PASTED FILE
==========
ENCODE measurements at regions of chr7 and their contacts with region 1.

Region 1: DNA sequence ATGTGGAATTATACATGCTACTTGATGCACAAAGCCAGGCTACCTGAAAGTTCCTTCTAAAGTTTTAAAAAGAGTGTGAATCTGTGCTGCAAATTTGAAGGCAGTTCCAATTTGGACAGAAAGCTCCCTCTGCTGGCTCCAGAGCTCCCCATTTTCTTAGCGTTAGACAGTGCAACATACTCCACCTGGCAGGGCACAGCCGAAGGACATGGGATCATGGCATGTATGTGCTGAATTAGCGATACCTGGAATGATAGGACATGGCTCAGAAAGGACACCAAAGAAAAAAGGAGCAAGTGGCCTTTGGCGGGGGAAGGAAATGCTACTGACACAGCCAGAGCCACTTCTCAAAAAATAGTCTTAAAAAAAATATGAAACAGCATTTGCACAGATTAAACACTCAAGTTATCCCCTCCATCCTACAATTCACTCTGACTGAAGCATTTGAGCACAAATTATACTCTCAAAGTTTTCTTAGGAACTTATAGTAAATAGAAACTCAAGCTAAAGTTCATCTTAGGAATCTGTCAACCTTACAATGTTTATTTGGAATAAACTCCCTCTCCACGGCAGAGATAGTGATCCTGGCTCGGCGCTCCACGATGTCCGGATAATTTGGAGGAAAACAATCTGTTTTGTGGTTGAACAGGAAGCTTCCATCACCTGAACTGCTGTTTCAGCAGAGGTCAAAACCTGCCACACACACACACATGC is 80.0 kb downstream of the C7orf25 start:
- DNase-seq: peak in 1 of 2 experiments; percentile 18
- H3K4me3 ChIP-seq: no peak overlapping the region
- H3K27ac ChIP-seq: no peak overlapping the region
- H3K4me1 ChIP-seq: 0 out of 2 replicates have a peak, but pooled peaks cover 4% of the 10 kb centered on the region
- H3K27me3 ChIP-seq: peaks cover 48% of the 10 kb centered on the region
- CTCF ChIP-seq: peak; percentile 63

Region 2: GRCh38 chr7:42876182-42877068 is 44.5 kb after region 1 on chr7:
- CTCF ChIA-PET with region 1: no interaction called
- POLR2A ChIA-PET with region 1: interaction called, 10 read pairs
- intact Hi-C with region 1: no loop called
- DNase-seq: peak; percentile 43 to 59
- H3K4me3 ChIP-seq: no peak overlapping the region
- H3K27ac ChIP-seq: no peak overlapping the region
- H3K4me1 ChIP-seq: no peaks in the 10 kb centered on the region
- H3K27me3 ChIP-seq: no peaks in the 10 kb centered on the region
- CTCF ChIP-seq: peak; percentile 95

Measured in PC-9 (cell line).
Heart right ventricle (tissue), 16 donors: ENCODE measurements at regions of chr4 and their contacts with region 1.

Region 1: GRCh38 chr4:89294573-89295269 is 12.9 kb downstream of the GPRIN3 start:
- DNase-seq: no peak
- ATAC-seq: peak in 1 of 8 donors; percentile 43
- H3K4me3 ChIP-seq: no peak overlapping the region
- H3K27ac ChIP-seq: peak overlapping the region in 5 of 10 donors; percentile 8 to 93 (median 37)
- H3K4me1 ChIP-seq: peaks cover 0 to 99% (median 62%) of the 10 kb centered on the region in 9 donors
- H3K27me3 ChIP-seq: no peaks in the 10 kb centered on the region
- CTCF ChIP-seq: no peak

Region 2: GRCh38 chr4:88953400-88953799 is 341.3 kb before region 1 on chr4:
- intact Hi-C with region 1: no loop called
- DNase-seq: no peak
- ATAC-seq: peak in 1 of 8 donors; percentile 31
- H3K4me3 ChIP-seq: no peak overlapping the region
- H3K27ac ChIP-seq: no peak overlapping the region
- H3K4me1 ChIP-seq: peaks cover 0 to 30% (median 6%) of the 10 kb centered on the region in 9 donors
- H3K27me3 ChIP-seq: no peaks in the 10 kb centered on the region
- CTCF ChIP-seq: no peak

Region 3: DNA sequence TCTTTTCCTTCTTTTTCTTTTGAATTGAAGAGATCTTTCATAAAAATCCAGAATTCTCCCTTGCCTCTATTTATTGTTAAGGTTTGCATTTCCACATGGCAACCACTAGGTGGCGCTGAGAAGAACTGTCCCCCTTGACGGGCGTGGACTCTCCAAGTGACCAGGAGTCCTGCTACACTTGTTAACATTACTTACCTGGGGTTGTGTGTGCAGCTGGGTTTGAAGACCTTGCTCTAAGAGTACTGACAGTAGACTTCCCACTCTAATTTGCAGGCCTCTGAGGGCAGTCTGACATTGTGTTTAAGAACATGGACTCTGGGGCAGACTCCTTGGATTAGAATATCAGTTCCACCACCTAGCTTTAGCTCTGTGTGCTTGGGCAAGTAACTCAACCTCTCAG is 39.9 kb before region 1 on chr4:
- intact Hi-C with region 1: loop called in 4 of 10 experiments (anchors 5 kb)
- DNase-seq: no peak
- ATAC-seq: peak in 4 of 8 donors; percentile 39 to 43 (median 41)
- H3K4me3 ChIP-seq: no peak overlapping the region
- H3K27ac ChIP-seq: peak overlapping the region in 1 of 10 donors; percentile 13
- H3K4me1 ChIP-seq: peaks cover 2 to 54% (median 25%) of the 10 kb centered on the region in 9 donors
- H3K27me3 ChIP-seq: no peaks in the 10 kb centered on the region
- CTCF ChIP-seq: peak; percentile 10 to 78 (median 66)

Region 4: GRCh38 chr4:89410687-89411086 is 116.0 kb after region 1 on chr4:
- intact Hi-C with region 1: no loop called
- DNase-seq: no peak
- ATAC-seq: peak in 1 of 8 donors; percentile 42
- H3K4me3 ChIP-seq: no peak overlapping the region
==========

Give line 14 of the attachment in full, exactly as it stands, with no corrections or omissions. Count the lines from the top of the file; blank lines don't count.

- H3K4me3 ChIP-seq: no peak overlapping the region